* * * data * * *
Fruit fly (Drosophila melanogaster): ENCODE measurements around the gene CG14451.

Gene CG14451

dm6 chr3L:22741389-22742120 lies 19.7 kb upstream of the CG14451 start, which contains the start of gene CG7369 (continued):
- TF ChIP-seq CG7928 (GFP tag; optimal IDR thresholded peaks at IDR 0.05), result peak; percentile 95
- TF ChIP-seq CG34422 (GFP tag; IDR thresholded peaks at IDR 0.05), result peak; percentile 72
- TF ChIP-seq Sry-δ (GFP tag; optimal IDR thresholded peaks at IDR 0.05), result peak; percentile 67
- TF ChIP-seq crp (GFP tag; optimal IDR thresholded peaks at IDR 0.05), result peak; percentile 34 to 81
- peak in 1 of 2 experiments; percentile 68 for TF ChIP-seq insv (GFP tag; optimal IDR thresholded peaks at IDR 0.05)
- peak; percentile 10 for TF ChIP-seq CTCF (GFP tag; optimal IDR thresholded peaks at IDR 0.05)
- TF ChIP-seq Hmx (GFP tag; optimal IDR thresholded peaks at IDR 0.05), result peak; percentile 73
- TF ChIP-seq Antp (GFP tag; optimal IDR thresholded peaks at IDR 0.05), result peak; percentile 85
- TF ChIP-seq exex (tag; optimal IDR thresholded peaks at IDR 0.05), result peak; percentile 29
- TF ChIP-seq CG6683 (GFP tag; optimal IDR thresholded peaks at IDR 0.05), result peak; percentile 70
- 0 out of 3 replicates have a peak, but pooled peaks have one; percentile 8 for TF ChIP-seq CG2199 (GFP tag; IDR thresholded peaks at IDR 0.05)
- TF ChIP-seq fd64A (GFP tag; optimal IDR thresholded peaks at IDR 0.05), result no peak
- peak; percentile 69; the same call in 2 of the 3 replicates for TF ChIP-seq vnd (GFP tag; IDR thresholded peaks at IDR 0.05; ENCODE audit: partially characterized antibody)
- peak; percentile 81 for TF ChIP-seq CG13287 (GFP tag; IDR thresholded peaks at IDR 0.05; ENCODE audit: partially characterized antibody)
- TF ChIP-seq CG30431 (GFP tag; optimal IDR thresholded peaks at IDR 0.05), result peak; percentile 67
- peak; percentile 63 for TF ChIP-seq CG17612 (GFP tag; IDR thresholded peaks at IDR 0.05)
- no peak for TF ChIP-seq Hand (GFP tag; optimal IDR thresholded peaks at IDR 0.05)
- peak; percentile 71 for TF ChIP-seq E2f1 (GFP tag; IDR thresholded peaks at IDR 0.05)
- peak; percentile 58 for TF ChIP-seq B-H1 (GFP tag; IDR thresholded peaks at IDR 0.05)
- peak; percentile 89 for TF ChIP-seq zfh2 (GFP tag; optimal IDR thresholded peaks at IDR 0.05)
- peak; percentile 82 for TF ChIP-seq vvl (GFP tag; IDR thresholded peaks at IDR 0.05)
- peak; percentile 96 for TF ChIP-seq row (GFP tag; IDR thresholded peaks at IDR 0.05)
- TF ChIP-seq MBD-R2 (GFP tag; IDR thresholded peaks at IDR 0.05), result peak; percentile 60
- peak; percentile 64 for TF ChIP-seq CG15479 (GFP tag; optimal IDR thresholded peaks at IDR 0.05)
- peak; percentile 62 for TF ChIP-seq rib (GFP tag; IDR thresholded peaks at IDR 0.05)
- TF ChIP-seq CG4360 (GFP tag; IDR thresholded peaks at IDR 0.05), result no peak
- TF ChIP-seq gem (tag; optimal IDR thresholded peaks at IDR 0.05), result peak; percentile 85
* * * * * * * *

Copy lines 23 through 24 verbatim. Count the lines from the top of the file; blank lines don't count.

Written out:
- peak; percentile 89 for TF ChIP-seq zfh2 (GFP tag; optimal IDR thresholded peaks at IDR 0.05)
- peak; percentile 82 for TF ChIP-seq vvl (GFP tag; IDR thresholded peaks at IDR 0.05)